Monthly Archives: January 2014


Beginnings and ends. This time it’s more about the latter. Although year 2014 is just a crying newborn, I’m standing more around graves than cradles. The paper version of Kaleidoscope is lying already in hibernation, and now it’s time to drag this blog into the realms of sleep too. I have gone through all the old issues and also published lots of interviews from too, so I don’t have any actual material left in my sleeves – and same time I don’t have enough time and interest to create new things. Therefore, by this article about the pinnacles of 2013, I’ll say farewell but leave the door ajar for the possible inspiration to come. Thank you all – about 37 400 views so far, by the way – we’ll see somewhere in the future.

About the year 2013: many “good old bands” didn’t do the trick but to counterbalance this I found many new bands and even new genres that gave me new angles and ways to see this abstract and infinite world of music. So an interesting year in general. And it was also a happy thing to see that I had interviewed all these bands in my top five. So instead of actual reviews (let the music do the talking!) I pinched a word or two from those interviews – these bands have both music and words in aces.


TRIBULATION: The Formulas of Death

– When we started getting somewhere with the album, we decided not to check how long the songs were, it seemed limiting at the time. This wasn’t the album for that kind of thing; we wanted this album to be as “free” as possible from all of that crap. Another thing we agreed on early was to shut the world out from this album; hence, we couldn’t have cared less if someone felt that it was too long. It could have been a three hour album, and it could have been half an hour. If anything, some of that has come to me now that the album is actually recorded, but I still don’t feel that it’s too long; it is what it is. We didn’t make the album to sell records, we made it for ourselves. If someone likes it, then that’s great I think, but I really can’t see how I will get affected by people who don’t. We left some material out, but no complete songs. It could be a good start for our next album; we actually have even newer material as well. That creative spark still lingers. (from Kaleidoscope #14)



– The guitar riffs are obviously an essential part of our atmosphere and it is precisely because I am alone in the string section that the riffs are large and evocative. I have a lot of space to fill so there is much emphasis put on the depth, breadth and tonality of the guitars. The dynamics find their roots in the riff writing process but really come to fruition when placed over HzR’s monolithic beats. I find our style of writing quite reserved, compared to a lot of other technical acts at least, so it is not too difficult to maintain an ordered overview. (from Kaleidoscope #17)


PAAVOHARJU: Joko sinä tulet tänne alas tai minä tulen sinne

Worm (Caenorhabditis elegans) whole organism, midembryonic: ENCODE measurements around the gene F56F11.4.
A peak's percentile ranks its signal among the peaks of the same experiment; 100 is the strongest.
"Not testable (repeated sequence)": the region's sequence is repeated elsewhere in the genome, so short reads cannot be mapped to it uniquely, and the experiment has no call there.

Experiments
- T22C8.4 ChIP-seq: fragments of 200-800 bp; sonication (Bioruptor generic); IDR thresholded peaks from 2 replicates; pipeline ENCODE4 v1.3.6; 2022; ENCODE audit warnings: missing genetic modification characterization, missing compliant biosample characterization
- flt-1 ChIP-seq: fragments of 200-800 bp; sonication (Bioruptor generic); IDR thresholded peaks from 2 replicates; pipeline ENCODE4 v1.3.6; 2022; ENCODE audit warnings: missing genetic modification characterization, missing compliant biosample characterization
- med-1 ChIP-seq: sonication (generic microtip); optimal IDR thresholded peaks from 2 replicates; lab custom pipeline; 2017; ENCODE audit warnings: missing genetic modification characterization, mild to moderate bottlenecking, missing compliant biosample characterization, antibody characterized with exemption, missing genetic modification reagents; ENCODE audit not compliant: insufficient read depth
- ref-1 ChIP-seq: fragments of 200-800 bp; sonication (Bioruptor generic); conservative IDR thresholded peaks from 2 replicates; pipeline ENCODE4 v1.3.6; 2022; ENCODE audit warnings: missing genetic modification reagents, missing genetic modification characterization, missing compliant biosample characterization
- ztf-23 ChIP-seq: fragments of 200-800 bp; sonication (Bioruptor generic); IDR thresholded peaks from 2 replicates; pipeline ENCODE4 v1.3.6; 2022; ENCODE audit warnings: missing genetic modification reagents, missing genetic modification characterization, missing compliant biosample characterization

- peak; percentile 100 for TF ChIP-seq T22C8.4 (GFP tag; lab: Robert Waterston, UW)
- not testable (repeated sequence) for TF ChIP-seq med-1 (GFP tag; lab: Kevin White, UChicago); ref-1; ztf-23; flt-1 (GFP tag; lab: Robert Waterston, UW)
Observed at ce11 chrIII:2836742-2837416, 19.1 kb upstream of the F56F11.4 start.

– There’s always a primordial, elemental vision behind good music. Music is the saliva of God, and the person who’s trying to make truffles out of that saliva by rolling it in the dust, isn’t really capable of making a difference between an arp2600 and a lyre. (from Kaleidoscope #7)



– When you are solely responsible for every detail of the album and play everything yourself (with length and amount of different instruments as this) the amount of physical and mental stress is (at least for me personally) huge. I would also like to deal with recordings as fast as possible, but in this case I had to record the album in small pieces over the period of half of a year, which left me a lot of time to lay awake in my bed at night and have thoughts like “is it good enough, should I re-record the whole thing or just dump some songs or do something else” and I had major stress about these issues all the time and nothing was really proceeding, as I always had to fit my schedule together with the recording guy, etc. Finally in January 2013, we had everything ready from my part and I can say that I am happy if I never need to go through this kind of process again. (from Kaleidoscope #15)



– As much as I like women, whisky and wild nights in the city, I really don’t feel the need to write yet another song about those topics. There is definitely a serious side to Convent Guilt. We’re not ‘preaching’ or trying to send a message to our listeners, but we try to craft dark and powerful stories, often with an influence from Australia’s history. I love the dark obscurity of ‘70s Judas Priest lyrics, the Irish pride of Thin Lizzy’s finest moments and the sleazy, cheeky wit of ‘70s Aerosmith. I try to bring a bit of all those elements to Convent Guilt. (from Kaleidoscope #14)

…And to keep things going to the last breath, these albums also get my honourable mention:




PESTE NOIRE: Peste Noire


SUMMONING: Old Mornings Dawn

CATHEDRAL: The Last Spire

THOU ART LORD: The Regal Pulse of Lucifer



VENEROR: Percussimus Foedus cum Morte

NATIONAL: Trouble Will Find Me

SPEEDTRAP: Powerdose

KNOKKELKLANG: Avgrunnens Klangverk MLP